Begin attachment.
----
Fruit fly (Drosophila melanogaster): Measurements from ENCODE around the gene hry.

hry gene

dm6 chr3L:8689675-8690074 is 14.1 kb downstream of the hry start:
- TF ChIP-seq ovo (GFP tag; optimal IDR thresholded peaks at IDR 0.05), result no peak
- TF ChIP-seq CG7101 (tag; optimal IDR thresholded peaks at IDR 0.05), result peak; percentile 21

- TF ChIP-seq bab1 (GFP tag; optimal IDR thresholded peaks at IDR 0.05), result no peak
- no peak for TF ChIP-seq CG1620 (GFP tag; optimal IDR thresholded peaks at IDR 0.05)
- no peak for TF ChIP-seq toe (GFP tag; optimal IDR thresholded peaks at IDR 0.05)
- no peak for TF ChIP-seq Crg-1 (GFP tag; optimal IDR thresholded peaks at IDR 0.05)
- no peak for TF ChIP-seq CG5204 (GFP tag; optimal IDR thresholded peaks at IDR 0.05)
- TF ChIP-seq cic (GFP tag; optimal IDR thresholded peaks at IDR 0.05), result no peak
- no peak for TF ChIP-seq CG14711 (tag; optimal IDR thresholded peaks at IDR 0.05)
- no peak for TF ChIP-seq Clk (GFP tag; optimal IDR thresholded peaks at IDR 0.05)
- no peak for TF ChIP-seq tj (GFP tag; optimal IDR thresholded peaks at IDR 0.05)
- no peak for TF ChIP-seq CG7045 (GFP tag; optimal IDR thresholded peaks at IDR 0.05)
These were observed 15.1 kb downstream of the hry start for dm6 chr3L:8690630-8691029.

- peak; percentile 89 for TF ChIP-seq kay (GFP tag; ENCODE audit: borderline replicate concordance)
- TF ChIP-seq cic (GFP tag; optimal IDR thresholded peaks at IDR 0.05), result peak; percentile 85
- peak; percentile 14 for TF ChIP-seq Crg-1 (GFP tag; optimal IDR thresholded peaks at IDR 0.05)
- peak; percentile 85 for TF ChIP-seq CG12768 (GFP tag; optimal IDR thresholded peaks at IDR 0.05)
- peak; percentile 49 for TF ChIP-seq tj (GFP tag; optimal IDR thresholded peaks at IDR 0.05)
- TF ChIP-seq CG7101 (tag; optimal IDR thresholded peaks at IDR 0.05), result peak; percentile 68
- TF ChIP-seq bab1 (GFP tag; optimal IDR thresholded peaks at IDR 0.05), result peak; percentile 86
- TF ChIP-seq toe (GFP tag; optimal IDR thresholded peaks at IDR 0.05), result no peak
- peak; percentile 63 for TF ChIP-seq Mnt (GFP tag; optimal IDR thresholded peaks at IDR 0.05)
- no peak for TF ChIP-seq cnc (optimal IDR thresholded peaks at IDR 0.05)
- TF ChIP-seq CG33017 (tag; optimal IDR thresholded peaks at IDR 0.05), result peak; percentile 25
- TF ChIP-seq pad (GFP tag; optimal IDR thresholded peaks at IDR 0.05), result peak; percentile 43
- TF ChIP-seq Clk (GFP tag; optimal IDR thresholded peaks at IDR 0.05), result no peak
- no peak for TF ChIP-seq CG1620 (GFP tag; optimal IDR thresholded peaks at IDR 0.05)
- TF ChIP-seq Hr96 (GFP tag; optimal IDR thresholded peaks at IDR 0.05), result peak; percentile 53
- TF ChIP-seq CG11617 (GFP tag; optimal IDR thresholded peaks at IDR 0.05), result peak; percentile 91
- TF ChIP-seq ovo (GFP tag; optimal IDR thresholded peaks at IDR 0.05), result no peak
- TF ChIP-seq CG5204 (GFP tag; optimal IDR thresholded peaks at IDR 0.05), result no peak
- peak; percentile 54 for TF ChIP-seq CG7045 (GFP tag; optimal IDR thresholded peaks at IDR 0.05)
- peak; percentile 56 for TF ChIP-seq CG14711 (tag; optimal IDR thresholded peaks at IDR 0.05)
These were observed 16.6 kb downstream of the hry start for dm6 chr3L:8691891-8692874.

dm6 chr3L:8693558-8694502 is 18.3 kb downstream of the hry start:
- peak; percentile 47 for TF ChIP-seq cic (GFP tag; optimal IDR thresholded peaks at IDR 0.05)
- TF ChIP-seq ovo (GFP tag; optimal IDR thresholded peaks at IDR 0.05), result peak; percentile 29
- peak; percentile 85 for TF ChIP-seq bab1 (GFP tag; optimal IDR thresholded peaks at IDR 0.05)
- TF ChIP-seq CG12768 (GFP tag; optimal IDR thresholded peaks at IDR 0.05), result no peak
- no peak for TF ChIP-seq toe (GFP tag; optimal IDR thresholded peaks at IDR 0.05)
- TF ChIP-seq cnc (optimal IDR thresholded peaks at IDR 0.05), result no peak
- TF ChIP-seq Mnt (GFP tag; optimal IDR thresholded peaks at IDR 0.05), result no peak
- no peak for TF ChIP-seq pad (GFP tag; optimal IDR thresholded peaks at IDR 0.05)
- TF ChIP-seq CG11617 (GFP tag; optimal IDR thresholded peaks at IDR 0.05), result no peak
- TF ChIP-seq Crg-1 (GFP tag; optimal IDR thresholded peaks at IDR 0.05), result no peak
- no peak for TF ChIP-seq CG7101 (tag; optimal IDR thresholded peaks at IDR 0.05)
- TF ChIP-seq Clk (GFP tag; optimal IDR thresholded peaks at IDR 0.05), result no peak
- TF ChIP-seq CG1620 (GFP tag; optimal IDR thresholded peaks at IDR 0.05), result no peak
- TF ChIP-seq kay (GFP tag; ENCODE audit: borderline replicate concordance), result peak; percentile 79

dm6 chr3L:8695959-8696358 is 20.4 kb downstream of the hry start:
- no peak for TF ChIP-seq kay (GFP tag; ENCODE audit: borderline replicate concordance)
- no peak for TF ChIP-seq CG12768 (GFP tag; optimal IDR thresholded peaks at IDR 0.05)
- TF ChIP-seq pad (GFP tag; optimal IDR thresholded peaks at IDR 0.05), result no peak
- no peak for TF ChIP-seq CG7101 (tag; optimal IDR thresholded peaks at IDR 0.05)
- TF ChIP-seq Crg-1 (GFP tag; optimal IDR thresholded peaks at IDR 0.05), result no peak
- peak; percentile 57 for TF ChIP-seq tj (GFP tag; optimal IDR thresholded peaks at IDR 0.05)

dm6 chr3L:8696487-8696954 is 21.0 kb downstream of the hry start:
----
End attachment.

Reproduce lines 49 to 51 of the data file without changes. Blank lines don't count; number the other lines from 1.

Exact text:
- no peak for TF ChIP-seq CG7101 (tag; optimal IDR thresholded peaks at IDR 0.05)
- TF ChIP-seq Clk (GFP tag; optimal IDR thresholded peaks at IDR 0.05), result no peak
- TF ChIP-seq CG1620 (GFP tag; optimal IDR thresholded peaks at IDR 0.05), result no peak